This can apply to anything from lengthy quotations and long lists to detailed procedures and excessive raw data.
The second question to be answered when preparing to write an appendix is this one: Is it more helpful for the reader that this information be included in the main text or placed in a separate section?
An appendix is an addition to the main text, but this does not mean that it serves as a repository for essential information that cannot be conveniently placed within the main text.
The main text should always be complete in itself and the central argument be supported within the main text, as if the appendix were not there at all.
Each type of material added should be added as a new appendix and each separate appendix should be labelled or numbered, for example, Appendix A or Appendix I.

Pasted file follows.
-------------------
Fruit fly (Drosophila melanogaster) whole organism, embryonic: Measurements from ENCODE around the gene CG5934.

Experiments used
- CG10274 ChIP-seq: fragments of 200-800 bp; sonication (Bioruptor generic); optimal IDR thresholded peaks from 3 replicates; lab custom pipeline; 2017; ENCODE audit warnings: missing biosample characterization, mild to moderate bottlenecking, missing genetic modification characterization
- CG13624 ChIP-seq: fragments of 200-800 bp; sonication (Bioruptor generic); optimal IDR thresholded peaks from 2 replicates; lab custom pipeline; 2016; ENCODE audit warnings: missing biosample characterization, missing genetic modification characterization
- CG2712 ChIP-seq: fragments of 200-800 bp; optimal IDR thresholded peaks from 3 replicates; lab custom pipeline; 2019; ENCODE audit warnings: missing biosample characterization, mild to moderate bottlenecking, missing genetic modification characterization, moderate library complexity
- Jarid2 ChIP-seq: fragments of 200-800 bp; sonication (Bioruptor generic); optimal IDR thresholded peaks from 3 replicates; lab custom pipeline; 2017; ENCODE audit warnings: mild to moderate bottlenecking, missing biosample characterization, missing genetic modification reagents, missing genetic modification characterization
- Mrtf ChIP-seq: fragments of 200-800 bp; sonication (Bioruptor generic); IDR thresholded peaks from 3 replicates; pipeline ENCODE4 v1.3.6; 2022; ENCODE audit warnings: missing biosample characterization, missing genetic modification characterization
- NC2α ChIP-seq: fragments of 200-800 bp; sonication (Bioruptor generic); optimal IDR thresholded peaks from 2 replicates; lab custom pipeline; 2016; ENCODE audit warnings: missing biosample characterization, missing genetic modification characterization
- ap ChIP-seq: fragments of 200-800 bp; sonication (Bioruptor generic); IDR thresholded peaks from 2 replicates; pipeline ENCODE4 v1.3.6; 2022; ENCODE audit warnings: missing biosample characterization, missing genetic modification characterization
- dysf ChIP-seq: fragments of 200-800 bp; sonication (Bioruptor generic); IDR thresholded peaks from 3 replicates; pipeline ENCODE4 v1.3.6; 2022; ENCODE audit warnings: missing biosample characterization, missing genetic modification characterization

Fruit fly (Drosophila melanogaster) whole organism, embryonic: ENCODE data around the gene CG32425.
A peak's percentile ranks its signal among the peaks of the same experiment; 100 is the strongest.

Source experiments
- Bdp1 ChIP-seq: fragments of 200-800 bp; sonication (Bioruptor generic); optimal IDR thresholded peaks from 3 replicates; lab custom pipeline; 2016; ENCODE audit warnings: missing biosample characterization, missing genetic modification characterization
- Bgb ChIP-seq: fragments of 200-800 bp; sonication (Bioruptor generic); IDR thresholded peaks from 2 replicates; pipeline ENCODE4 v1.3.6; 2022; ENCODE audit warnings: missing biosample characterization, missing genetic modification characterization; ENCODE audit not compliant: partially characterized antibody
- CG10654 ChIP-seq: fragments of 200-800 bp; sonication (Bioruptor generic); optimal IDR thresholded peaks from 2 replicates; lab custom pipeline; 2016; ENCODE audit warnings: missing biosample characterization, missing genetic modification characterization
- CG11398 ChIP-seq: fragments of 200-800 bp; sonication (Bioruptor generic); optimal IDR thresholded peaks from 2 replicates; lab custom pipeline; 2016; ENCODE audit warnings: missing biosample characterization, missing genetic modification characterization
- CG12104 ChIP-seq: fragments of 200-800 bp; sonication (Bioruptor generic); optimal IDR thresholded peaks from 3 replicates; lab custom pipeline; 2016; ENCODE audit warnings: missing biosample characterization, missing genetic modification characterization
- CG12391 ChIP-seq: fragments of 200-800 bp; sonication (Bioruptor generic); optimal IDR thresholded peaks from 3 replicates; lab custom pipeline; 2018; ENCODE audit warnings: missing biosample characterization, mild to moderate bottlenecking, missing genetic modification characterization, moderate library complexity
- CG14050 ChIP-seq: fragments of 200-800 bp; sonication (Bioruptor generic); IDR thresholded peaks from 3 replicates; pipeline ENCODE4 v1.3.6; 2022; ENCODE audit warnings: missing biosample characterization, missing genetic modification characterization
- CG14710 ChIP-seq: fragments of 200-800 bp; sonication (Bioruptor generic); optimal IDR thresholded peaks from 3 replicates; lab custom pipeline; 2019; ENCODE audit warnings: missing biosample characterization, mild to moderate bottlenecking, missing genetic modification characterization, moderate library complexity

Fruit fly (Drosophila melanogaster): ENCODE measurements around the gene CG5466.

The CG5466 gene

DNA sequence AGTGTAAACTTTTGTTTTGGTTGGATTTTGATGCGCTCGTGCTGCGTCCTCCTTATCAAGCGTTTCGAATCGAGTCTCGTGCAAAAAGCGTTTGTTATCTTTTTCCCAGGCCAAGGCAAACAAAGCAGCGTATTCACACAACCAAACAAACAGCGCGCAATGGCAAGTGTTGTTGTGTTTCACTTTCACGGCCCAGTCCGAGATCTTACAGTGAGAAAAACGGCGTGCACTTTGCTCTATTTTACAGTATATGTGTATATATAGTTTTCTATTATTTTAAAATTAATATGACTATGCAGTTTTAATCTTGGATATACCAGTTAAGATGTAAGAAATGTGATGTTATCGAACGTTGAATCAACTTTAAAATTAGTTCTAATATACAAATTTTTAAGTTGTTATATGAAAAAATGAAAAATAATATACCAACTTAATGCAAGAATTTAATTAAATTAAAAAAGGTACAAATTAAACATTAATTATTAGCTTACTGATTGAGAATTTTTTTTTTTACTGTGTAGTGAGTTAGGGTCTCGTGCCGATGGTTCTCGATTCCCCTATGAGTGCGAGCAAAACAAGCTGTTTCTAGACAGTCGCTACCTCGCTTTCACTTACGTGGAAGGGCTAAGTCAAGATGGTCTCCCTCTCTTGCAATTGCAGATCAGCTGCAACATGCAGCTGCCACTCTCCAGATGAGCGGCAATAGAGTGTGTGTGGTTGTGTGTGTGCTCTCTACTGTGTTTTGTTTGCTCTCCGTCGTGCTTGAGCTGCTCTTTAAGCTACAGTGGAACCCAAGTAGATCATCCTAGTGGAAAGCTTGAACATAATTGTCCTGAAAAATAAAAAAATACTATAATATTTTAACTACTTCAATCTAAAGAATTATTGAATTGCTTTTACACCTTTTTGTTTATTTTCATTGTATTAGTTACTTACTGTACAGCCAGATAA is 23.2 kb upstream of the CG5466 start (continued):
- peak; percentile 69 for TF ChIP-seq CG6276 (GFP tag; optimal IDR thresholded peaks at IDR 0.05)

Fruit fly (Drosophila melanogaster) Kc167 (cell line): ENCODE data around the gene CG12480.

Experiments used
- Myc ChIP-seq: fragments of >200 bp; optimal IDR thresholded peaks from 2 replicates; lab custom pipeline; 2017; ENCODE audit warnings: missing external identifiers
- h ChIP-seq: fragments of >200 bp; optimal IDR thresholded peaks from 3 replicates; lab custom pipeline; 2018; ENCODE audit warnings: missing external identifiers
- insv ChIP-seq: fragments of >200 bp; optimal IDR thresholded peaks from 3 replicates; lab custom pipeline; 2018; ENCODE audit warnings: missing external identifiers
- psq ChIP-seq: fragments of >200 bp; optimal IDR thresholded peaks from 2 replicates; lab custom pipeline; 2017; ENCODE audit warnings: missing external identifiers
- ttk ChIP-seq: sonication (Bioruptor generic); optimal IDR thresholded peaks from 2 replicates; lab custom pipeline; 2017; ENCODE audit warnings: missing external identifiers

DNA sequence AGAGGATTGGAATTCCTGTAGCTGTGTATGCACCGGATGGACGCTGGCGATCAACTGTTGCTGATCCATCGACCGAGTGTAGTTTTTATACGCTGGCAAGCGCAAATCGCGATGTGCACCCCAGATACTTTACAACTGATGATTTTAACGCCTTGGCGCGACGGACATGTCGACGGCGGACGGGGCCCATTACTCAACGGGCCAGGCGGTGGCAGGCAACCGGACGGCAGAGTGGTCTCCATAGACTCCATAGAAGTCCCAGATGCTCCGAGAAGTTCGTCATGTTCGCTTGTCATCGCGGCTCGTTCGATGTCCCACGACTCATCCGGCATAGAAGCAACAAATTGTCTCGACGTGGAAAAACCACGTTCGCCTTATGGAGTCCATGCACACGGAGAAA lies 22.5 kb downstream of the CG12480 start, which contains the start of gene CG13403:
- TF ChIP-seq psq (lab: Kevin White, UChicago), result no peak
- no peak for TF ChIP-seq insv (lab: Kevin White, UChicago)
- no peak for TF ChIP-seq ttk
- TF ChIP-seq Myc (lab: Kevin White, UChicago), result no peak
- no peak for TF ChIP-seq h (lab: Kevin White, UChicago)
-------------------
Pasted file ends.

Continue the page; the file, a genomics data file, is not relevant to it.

It is also useful to name the appendix with a descriptive title, for example, 'Appendix A: Raw Data.' Appendices are normally placed at the end of a document before the notes or references, or sometimes at the end of a chapter in a book and always included, with a page reference, in the Table of Contents.The reader should then be given a solid summary within the main text and a reference to the appendix where the material is available in full.When writing an appendix, deciding how material should be structured and organised must balance the demands and needs of both writer and reader.Report and essay writing requires a clear and sustained focus of information that directly supports the central topic or argument.In many cases, however, the research project will yield much more information.A written text must also function independently of its appendix.The central topic must be addressed within the main body of the text and all supporting arguments must not depend on material located in the appendix.In the case of sources that are richly referred to within the main text, it might also be useful to add the complete source paper or document in the appendix for the reader's convenience.An appendix may be one or many (appendices, in this case).The problem with this bulk of material is where to include it.If it is only loosely related to the topic, adding it to the main text might distract from the central argument and result in an unfocused piece of writing that is structurally messy and cluttered.